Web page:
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Are we set for deflation across the nation?

There is a strong possibility that later this year the UK economy will experience its first serious spell of deflation – where average prices are falling rather than rising – in more than half a century.

Last week, Bank of England governor Mark Carney said there was a risk prices could start going backwards in the spring, largely as a result of a fall in the cost of energy and food. The value of oil has roughly halved since last summer due to slowing global demand and a reluctance on the part of the major oil-exporting nations to reduce supply accordingly. The eurozone economies slipped into deflation last month, and it looks like Britain will shortly follow suit.

There are two important questions raised by the current situation. Firstly, is what we are facing “true” deflation? And secondly, is it something we should be worried about?

Although deflation is technically just a fall in typical prices, a lot of experts think that what we are about to experience won’t really count as deflation because it is largely the result of one factor, namely lower energy costs. Carney says that the prices of most items are in fact rising, but the overall average is being dragged down because the fall in oil prices has been so pronounced.

He also points out that in a few months’ time, the slump in oil prices will have worked its way through the system and will no longer register as deflationary – provided crude values don’t continue on their downward trend.

Measures of inflation compare prices today with those a year or a month ago. So if, say, a litre of petrol is 110p today but was 135p last February, it represents a significant fall of almost 20%. If, however, petrol remained at 110p, by next February the inflation rate on fuel (and gas and electricity bills, and so on) would be 0% and the low oil price would no longer have a serious deflationary effect.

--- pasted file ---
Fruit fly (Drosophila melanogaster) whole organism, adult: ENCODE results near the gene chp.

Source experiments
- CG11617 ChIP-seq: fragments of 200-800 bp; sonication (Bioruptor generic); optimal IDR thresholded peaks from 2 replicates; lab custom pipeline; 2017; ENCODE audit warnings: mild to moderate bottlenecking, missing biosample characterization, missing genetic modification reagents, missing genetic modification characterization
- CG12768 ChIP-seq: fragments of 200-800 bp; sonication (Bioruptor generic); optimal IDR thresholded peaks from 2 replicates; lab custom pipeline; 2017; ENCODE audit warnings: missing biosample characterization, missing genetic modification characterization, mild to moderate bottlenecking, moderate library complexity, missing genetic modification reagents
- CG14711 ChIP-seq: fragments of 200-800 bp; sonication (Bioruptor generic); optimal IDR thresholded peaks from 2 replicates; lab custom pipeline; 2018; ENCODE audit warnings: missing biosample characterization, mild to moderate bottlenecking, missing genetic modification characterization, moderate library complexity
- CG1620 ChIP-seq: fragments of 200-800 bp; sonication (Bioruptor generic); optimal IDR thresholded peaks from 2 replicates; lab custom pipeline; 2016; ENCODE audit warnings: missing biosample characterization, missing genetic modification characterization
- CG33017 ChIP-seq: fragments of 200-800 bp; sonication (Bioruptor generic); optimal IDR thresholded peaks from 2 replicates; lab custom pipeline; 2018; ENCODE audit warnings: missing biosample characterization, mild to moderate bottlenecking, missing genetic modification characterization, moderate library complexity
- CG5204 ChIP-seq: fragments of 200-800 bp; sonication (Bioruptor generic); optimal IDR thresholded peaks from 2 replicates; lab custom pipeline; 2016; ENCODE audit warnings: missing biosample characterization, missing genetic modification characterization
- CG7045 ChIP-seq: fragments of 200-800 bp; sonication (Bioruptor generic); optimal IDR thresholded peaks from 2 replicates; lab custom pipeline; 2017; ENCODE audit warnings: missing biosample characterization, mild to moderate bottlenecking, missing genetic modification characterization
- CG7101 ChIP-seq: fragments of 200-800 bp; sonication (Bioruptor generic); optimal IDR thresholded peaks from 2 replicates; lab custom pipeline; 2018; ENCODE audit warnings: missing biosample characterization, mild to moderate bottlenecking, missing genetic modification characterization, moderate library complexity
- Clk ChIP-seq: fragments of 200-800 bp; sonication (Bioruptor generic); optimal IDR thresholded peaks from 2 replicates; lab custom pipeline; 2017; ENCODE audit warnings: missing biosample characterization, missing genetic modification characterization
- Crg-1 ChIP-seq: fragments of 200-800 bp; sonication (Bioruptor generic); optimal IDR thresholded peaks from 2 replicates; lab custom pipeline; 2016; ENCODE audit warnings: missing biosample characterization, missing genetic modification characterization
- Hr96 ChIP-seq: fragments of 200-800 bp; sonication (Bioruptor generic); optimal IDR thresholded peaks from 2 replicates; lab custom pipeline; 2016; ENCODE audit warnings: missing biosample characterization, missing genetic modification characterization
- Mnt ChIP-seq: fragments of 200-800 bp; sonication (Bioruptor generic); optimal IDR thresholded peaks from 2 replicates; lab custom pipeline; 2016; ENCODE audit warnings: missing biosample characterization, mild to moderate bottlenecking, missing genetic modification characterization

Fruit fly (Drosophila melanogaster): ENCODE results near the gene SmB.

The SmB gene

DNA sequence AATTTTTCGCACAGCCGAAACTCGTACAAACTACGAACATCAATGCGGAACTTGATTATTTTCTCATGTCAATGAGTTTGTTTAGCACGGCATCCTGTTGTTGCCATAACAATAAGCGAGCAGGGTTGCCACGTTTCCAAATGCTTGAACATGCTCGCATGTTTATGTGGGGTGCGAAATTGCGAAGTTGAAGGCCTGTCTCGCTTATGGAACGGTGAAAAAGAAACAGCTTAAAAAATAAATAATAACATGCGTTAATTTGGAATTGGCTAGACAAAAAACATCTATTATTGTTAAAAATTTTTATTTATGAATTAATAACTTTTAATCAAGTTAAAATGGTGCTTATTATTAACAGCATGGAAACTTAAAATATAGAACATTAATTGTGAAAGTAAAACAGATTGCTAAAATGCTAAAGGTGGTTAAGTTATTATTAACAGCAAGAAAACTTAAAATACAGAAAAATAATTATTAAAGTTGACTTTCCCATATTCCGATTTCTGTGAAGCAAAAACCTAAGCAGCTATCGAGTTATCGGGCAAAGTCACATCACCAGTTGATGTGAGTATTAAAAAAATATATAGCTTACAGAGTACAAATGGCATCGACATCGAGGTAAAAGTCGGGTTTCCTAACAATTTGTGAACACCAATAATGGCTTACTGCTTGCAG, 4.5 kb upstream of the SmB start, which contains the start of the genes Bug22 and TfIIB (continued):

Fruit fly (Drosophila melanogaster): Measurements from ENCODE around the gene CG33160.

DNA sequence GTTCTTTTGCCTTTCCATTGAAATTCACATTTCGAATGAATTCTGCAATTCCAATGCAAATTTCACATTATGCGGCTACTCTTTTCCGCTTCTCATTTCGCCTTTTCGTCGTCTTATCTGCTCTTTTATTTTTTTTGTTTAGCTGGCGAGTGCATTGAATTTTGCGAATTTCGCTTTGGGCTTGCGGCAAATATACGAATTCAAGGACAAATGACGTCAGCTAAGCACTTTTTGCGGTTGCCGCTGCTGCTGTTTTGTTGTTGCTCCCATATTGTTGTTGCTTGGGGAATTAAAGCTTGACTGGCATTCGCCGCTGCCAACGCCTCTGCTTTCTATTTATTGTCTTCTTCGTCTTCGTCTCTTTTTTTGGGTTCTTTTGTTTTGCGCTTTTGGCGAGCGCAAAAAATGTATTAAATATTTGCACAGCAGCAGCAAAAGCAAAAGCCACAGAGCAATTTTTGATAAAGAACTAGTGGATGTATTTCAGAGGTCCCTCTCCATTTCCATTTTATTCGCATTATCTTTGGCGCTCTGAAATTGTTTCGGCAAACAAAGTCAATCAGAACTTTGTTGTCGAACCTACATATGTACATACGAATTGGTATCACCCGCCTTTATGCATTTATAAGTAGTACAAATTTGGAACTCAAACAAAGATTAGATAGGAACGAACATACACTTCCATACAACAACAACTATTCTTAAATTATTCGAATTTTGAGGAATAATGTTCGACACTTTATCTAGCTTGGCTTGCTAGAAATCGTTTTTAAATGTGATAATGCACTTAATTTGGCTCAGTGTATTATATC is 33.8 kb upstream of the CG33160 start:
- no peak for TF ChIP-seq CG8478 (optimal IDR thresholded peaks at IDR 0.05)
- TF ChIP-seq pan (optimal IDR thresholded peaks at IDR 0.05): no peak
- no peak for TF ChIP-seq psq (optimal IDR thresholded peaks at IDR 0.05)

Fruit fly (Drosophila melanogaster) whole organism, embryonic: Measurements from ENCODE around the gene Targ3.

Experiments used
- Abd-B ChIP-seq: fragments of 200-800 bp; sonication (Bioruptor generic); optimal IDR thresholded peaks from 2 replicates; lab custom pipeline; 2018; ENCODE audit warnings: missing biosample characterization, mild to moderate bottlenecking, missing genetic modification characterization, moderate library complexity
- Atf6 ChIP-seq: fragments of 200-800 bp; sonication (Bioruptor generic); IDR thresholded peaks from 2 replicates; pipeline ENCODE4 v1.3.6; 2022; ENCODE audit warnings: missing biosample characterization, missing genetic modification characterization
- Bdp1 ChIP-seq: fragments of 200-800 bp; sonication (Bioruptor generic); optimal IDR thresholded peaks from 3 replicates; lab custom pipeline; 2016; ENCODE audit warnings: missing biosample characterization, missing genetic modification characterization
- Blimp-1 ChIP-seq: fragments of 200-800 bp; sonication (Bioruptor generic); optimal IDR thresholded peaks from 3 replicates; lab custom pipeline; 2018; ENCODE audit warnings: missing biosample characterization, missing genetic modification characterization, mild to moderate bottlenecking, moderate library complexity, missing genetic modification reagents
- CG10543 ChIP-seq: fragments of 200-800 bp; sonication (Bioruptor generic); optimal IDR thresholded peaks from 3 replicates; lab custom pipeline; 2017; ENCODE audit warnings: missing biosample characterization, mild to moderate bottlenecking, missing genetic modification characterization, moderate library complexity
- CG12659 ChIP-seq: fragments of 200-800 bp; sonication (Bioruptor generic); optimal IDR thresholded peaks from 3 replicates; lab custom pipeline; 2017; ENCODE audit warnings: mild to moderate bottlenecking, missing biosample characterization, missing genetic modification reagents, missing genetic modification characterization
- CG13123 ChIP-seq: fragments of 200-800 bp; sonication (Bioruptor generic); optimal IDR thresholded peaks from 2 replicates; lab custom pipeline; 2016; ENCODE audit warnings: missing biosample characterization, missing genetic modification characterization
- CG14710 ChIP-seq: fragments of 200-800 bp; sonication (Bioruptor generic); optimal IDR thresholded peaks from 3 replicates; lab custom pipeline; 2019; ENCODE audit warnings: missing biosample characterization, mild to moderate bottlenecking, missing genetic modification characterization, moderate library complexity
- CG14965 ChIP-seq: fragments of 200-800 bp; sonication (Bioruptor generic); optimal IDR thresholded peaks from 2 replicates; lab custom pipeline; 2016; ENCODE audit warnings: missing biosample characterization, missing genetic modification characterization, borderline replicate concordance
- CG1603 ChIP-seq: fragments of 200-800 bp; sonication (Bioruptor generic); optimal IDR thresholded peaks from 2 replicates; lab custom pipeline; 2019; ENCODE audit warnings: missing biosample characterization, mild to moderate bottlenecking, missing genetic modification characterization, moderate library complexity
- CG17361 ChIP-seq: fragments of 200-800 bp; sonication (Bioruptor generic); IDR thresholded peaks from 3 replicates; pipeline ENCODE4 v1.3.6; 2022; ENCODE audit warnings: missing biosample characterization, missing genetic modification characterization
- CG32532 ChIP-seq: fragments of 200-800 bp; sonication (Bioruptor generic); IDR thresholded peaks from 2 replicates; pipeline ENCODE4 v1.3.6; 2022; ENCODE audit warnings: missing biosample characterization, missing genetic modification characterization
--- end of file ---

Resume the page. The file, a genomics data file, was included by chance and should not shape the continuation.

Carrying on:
So deflation, if and when it happens, may be short lived. But what impact will it have? There are in fact a number of potentially beneficial consequences. If prices are lower, people will feel wealthier, provided wages don’t fall. A rise in consumer spending could give the economy a much-needed boost. Lower energy costs will also help many businesses become more competitive or profitable. In fact, Carney has encouraged firms to share the benefits with employees.

But deflation also raises the spectre of a further fall in interest rates. Although the Bank of England base rate has been at an all-time low of 0.5% for almost six years, the Monetary Policy Committee could cut it even closer to zero. For savers who had been expecting a rate rise at some point in 2015, this could be desperate news – and another prompt to seek a more profitable home for spare cash than deposit accounts and cash Isas.

Only if deflation is allowed to take root will we see serious problems. For example, if businesses react to the first sign of lower prices by cutting wages, this could depress demand and make matters worse. This is the kind of knee-jerk response that Carney is trying to avoid with his recent comments. How successful he will be remains to be seen.